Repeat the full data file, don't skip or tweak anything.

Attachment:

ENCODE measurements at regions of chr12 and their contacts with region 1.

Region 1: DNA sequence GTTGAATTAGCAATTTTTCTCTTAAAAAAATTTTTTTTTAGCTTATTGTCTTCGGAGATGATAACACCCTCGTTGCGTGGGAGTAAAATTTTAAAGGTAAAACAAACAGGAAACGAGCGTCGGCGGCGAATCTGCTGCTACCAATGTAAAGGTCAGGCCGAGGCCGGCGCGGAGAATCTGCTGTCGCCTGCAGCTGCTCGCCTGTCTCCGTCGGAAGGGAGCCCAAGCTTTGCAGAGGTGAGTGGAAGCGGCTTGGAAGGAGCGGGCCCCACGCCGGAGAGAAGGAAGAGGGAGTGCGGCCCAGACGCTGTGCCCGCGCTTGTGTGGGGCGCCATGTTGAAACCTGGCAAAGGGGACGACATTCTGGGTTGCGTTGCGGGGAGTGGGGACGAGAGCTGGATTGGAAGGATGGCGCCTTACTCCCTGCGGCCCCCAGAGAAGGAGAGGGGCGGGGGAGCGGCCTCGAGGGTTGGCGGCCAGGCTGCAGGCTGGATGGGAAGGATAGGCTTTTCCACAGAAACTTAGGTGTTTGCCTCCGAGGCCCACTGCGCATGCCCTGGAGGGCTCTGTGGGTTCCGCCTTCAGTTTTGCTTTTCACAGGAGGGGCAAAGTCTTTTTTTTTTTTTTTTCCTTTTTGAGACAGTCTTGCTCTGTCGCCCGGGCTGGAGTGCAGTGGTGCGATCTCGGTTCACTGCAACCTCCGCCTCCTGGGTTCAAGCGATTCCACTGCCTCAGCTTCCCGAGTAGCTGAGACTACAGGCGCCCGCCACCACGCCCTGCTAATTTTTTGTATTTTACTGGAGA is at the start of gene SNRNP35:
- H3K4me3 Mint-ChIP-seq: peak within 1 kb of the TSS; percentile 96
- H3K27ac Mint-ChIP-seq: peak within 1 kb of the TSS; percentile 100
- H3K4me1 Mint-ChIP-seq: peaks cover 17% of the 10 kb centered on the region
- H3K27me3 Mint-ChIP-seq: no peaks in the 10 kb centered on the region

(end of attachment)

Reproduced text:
ENCODE measurements at regions of chr12 and their contacts with region 1.

Region 1: DNA sequence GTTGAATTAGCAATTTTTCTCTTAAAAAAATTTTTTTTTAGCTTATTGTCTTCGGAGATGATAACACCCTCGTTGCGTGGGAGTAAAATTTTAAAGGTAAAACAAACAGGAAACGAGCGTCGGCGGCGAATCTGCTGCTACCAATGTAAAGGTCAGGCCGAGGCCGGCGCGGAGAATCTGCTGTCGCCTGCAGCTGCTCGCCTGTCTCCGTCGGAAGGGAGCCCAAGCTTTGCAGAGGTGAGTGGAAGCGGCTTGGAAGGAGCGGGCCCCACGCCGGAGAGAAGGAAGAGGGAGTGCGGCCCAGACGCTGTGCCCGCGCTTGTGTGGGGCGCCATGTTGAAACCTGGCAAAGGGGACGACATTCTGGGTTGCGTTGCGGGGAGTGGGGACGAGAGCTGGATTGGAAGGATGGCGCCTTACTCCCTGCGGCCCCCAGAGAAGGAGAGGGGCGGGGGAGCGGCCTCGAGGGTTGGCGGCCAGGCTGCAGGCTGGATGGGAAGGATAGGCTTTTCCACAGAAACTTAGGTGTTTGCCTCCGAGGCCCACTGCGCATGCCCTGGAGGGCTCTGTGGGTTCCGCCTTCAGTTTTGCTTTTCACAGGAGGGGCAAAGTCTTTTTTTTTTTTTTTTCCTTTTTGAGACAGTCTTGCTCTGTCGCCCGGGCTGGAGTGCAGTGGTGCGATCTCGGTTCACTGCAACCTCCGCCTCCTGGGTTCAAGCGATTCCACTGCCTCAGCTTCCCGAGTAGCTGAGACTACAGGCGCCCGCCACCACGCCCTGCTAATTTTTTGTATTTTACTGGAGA is at the start of gene SNRNP35:
- H3K4me3 Mint-ChIP-seq: peak within 1 kb of the TSS; percentile 96
- H3K27ac Mint-ChIP-seq: peak within 1 kb of the TSS; percentile 100
- H3K4me1 Mint-ChIP-seq: peaks cover 17% of the 10 kb centered on the region
- H3K27me3 Mint-ChIP-seq: no peaks in the 10 kb centered on the region